These days there are many marriages where each spouse came into the marriage with their own individually-owned "non-marital" property (for example, a house) - and even some property acquired during the marriage can be considered "non-marital property." Under Ohio divorce law, this non-marital property is called "separate property." For the most part, "separate property" is not subject to division by the divorce court - so many parties assert that an item of property is or is not separate property. A divorce statute specifically lists what is "separate property" - and that list is generally: (1) inherited property, (2) property owned by a spouse before a marriage, (3) personal injury monies recovered by a spouse (other than for loss of earnings), and (4) a "gift" given solely to one spouse. Even if a certain piece of property was, without much dispute, "separate property" at one time, that item of property can lose its classification as "separate property" if that item of property is "transmutted" (i.e. transformed) into "marital property" because (1) the parties "commingled" the "separate property" with "marital property" and (2) it is difficult or impossible to "trace" the separate property out of the marital property.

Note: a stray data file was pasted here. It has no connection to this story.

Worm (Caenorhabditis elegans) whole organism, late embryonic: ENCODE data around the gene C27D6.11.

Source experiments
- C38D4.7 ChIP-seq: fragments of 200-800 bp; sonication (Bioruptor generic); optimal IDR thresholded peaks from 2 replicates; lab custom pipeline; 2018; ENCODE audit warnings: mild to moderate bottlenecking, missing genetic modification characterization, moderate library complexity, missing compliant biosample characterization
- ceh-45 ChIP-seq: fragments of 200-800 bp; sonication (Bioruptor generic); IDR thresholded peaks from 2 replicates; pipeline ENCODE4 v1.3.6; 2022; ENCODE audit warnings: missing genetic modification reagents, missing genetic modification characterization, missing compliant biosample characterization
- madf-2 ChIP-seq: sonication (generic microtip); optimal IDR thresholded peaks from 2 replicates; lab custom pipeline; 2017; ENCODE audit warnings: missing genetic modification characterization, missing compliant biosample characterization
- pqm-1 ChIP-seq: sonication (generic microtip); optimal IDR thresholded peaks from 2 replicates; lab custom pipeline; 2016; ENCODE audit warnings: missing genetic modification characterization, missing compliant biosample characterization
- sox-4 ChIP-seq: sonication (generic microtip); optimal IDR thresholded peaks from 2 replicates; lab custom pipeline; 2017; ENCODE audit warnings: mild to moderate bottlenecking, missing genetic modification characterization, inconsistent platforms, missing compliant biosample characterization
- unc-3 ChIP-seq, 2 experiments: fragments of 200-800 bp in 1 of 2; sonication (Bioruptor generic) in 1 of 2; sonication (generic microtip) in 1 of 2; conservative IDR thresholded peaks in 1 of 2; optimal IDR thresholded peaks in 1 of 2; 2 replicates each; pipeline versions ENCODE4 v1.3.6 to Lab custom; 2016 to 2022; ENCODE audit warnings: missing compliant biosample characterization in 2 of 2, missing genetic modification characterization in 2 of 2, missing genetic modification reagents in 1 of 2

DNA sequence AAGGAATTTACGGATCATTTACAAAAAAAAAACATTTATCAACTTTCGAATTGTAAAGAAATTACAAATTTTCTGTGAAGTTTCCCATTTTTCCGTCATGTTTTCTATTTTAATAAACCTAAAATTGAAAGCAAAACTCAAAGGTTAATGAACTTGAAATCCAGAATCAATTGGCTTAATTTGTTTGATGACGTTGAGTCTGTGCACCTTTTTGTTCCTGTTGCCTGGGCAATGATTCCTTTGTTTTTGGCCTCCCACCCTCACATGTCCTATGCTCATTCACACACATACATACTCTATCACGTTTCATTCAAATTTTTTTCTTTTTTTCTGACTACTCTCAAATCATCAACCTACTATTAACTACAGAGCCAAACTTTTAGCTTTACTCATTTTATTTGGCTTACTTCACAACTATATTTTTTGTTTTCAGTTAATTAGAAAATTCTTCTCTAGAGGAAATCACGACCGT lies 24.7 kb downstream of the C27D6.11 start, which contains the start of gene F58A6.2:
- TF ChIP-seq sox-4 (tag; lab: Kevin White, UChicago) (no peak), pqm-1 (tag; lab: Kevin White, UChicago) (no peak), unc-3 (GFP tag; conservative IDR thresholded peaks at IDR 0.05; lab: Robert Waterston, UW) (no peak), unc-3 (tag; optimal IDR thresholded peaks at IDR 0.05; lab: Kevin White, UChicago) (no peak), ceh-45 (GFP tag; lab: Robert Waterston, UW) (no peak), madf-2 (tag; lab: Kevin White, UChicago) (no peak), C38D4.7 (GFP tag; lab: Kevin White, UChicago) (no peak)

So, as much as marital bliss can clog the mind, parties should be careful about commingling separate property with marital property unless they specifically choose to do so - knowing the consequences.